Lever 66 is secured to the pivot shaft of an air by-pass control valve 63 in by-pass 64, and has its outer end connected to the link 58 so that both valves 56 and 63 may be operated simultaneously and in inverse order of opening and closing by movement of the manual shift means 60.
Air quantity control valve 56 is normally fully closed when valve 63 occupies a full open position in their respective a'ir passages and conversely, when air quantity control valve is fully open, by-pass control valve 63 occupies a full closed position. With this arrangement it is possible for the player of the instrument to control the quantity of air drawn past selected reeds of the accordion sections and through vacuum head 16 and the hollow inside of post 13 while the rotor of pump 20 is being driven by the electric motor 50 and is supplying air to the pump outlet. The air drawn through the reeds of the accordion sections is increased in amount by depressing the treadle 60 to open the valve 56, and simultaneously, valve 63 moves toward a more closed position, thus diminishing in inverse order the quantity of air being recirculated. Full depression of treadle 60 imposes the full draft of air pump 20 on the vacuum head port-ions 21 and 22 and increases the swell of the music, at which time substantially no air is being drawn through the air return duct 64 from muffler 12 back to the intake side of the pump. When reduced foot pressure is applied to the treadle 60, valve 56 approaches a more closed position thus diminishing the draft of the pump on the vacuum head portions, reducing the swell of the music and increasing the amount of air circulated by the pump from housing 12 through return duct 64 back to the pump intake. When treadle 60 is in the up position corresponding to full closure of valve 56, pump 29 may continue to operate under drive of the motor 50 without in any way affecting an accordion supported on the stand. The air merely circulates from the muffler 12 through return duct 64 to the pump intake 6 thence to the pump and back to the mufiler 12 until the motor is shutoff.
By maintaining the pump 20 in operation to deliver air to the pump outlet, and by recirculating controlled quantities of this air through the pump, as described, to modify the draft on the instrument reeds being played, instantaneous response of the instrument occurs and the action of the air on the reeds is immediately modified when the position of treadle 60 is altered. Whether valve 56 is open and the instrument is being played, or whether valve 56 is closed, the load on motor 50 is substantially constant.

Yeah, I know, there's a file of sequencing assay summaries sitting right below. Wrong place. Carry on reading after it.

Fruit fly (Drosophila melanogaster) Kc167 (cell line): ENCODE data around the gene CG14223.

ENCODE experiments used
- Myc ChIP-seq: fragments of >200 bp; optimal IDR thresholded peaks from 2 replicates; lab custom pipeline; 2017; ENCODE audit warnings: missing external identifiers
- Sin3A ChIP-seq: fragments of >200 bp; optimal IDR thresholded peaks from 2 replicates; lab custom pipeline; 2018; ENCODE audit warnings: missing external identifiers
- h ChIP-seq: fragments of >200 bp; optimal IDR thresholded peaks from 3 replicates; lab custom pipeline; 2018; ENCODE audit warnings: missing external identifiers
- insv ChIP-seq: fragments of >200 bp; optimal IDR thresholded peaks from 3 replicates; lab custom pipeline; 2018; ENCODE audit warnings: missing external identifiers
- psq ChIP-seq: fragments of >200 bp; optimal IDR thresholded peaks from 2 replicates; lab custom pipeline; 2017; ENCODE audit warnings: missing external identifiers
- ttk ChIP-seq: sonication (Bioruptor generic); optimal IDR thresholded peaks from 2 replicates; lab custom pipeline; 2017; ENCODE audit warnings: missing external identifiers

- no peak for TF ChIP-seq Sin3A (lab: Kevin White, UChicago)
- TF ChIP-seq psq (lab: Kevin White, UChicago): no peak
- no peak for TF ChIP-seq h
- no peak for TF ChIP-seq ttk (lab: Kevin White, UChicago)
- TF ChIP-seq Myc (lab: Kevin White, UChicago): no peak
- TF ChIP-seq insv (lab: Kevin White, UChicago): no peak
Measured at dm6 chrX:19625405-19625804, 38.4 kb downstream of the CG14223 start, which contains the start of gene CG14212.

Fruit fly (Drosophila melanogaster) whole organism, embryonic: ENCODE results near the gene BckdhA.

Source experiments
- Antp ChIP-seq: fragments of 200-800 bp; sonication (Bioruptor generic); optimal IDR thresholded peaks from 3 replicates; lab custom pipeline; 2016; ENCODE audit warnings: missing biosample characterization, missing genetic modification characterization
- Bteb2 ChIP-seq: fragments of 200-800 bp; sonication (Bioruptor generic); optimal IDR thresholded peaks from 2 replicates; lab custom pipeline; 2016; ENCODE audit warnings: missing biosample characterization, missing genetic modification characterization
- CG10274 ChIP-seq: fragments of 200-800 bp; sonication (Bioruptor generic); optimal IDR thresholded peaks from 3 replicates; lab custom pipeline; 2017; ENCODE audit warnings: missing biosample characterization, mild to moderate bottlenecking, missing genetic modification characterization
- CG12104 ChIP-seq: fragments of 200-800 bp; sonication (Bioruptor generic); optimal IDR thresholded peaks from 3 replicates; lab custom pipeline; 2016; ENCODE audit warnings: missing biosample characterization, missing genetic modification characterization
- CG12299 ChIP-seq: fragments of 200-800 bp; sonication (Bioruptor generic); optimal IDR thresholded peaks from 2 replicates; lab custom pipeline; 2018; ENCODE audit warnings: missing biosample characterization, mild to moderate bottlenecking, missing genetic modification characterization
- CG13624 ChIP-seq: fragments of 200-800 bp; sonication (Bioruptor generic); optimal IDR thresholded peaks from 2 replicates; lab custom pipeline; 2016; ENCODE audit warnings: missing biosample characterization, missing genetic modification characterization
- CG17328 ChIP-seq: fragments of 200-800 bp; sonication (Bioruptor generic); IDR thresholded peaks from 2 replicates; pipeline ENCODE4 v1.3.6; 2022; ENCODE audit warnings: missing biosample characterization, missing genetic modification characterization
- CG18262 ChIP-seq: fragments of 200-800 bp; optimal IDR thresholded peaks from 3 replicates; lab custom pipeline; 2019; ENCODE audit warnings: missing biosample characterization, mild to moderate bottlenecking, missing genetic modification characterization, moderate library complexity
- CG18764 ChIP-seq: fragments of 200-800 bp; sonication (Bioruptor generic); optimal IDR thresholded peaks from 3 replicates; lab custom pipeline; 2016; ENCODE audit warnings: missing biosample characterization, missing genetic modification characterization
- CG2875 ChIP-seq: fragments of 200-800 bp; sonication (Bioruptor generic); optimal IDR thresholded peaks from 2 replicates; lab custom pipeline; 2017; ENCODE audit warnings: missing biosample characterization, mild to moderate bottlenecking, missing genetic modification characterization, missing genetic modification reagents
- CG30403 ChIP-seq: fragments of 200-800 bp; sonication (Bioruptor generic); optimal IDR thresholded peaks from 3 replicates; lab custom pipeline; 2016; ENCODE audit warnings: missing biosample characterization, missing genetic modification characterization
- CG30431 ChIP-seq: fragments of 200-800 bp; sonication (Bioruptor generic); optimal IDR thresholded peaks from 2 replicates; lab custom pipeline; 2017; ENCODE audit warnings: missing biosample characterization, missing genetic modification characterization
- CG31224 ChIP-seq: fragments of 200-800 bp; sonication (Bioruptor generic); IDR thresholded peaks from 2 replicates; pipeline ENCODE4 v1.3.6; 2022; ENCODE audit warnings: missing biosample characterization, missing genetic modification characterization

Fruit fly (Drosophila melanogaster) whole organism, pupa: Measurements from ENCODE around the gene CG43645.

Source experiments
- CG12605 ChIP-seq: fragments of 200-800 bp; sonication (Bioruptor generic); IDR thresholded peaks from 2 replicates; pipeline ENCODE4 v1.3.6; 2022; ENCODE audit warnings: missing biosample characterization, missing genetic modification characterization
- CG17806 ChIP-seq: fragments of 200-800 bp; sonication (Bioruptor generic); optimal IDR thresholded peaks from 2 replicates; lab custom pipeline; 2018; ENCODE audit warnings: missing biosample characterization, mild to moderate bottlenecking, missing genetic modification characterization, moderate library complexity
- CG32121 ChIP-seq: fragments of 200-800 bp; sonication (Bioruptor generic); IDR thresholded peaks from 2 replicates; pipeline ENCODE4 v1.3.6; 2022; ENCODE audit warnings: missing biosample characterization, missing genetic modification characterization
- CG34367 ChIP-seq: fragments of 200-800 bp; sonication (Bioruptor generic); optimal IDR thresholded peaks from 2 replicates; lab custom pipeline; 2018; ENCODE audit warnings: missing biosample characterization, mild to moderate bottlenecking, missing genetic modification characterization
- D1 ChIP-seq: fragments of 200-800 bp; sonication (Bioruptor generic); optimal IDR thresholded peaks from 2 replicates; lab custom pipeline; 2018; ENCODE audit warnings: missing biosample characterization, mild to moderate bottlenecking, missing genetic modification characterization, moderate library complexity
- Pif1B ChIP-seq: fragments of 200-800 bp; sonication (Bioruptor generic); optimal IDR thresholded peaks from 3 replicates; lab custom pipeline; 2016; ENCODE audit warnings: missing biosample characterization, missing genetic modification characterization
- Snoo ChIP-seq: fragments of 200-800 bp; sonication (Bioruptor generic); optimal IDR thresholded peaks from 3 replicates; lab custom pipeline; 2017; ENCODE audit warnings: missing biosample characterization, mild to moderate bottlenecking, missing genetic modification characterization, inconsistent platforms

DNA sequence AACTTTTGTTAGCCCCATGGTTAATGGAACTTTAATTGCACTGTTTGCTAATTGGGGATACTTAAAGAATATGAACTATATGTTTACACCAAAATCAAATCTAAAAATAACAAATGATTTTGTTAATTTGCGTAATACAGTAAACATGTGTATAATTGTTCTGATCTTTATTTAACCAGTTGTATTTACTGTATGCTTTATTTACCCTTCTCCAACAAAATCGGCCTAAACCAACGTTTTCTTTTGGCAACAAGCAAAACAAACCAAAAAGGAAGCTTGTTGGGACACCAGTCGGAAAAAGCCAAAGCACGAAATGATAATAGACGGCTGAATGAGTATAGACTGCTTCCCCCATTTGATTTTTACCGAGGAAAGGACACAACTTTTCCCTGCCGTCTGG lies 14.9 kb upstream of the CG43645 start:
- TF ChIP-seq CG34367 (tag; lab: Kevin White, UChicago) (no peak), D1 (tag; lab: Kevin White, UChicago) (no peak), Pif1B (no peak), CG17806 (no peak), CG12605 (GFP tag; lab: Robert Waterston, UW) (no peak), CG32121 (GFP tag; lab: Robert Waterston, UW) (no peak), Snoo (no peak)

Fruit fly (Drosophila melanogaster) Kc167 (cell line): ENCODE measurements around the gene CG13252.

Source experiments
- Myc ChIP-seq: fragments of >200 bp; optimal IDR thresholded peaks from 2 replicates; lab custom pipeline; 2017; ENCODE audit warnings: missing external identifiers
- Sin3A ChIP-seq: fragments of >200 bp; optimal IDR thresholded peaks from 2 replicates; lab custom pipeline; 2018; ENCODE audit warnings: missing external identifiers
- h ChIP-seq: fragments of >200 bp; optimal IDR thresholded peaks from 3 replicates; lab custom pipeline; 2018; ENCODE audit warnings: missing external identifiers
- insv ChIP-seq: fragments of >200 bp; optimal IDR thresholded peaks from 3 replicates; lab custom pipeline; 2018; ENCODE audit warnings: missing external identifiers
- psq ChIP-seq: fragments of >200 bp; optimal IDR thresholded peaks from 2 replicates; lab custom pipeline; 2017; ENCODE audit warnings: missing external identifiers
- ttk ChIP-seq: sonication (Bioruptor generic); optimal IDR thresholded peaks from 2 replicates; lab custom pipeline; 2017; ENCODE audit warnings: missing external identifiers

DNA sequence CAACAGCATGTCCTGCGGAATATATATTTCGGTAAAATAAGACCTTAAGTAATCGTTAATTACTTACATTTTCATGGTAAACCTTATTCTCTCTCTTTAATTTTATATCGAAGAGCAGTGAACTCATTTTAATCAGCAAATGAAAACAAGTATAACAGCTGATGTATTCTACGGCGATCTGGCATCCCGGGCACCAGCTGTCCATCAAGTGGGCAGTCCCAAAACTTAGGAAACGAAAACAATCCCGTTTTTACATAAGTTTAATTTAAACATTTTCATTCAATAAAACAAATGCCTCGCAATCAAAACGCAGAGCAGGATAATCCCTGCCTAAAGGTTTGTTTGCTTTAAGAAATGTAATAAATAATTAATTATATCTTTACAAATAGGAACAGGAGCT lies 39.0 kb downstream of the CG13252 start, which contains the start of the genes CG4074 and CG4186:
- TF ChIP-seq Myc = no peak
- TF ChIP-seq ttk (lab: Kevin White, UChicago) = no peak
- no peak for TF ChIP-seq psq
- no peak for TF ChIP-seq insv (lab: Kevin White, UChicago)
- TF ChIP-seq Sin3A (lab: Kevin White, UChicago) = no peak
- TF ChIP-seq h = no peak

The foregoing description has introduced certain aspects of the present invention related to two reed and keyboard sections of a standard accordion, but it will be distinctly understood thatone reed system and a corresponding keyboard or several reed systems and their corresponding keyboards, such as provided from sources other than a standard accordion, instead are at times used in the practice of this invention still with certain of the advantages herein indicated. In this regard, a somewhat modified form of reed organ in accordance with the present invention is represented in Figure 5, and it will be seen that the instrumentfor example includes a stand 10, as before, which except for having a modified vacuum head 16a on the upper end of tubular post member 13, is constructed in the manner hereinbefore described. The instrument further has a single reed-keyboard unit 70 supported by the vacuum head 16a and including a treble keyboard 71 and a bass keyboard 72 each having a corresponding reed system. Vacuum head 16a encloses the reed systems to hollow post 13, thus establishing air draft connection with the intake side of air-pump 20, as before. The instrument is controlled in a manner now believed readily apparent from description herein directed to Figures 1 to 4 inclusive.
Thus it will be seen that with this invention the various objects hereinbefore noted together with many thoroughly practical advantages are successfully achieved. It will also be noted that the invention embodies reed organ instruments, instrumentassemblies, controls and stands offering many worthwhile advantages and which lend themselves to actual practical use.
As many possible embodiments of this invention may be made and as many possible changes may be made in the embodiments hereinbefore set forth, it will be understood that all matter described herein is to be interpreted as illustrative and not as a limitation.
I claim:
l. A reed organ comprising in combination a hollow post having a base on the lower end thereof for maintaining said post in upright position, an air pump on said base and having its intake side connected with the inside of said post and its exhaust side emptying to atmosphere, a motor drivingly connected with said pump and disposed in the path of air exhausted from said pump, at least one set of reeds having a corresponding keyboard, and a vacuum head for said keyboard and reeds and opening into the upper end of said post for air to be drawn past those reeds having their corresponding keys open and through said post by said pump during the pump driving operation of said motor.